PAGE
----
About 12 women supporting efforts to stop the law from taking effect attended the 45-minute hearing. They wore pink T-shirts, with some that read “Trust Oklahoma Women.”
Diane Clay, spokeswoman for state Attorney General Scott Pruitt, said the attorney general's office is disappointed with the ruling.
“The law simply keeps requirements the same as they have been for more than a decade, requiring those under age 17 to have a prescription to buy Plan B emergency contraceptives,” she said.
David Brown, a staff attorney for the Center for Reproductive Rights, said the law attempts to reinstate restrictions on access to emergency contraception that have been removed by the FDA, resulting in unique limits on the ability of women in Oklahoma to get the medication.
“There is no other state in the country that has enacted these kinds of restrictions on Plan B,” he said. “This (order) will ensure that Oklahoma women enjoy the same access to Plan B … that women and teens in every other state enjoy.”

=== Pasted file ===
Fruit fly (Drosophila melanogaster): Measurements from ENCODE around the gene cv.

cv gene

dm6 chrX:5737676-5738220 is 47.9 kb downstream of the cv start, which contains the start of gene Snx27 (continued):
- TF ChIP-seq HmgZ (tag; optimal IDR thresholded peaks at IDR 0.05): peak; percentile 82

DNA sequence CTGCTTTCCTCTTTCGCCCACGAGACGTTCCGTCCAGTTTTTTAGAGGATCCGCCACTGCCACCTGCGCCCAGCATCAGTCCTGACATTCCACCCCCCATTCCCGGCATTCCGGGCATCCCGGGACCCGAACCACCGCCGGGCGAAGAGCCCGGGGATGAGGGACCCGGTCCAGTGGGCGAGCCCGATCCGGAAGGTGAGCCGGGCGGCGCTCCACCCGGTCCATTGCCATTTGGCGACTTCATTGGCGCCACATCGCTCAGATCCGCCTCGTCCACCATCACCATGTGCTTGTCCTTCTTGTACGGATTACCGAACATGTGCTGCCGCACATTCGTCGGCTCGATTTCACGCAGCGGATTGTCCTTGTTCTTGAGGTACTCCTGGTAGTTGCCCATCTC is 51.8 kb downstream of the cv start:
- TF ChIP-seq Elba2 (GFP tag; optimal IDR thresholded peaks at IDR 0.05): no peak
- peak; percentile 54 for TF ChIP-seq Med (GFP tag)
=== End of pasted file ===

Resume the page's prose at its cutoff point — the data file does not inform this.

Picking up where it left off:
Brown said the law also violated the single-subject rule in Oklahoma's constitution.
The language dealing with the restriction was filed as an amendment in May during the final days of this year's session.
HB 2226's original language dealt with regulating health insurance benefit forms.
Patrick Wyrick, solicitor general for the Oklahoma attorney general's office, said the measure's intent was to make sure girls had some type of conversation, especially with a health care professional, before they took the emergency contraceptive.
Wyrick said the amendment was filed because the FDA considered changing its policy in April; the deadline to file measures is January.
The Republican-controlled Legislature easily approved HB 2226. It passed the House 69-9 and passed the Senate 31-10. Gov. Mary Fallin, a Republican, signed it into law May 29.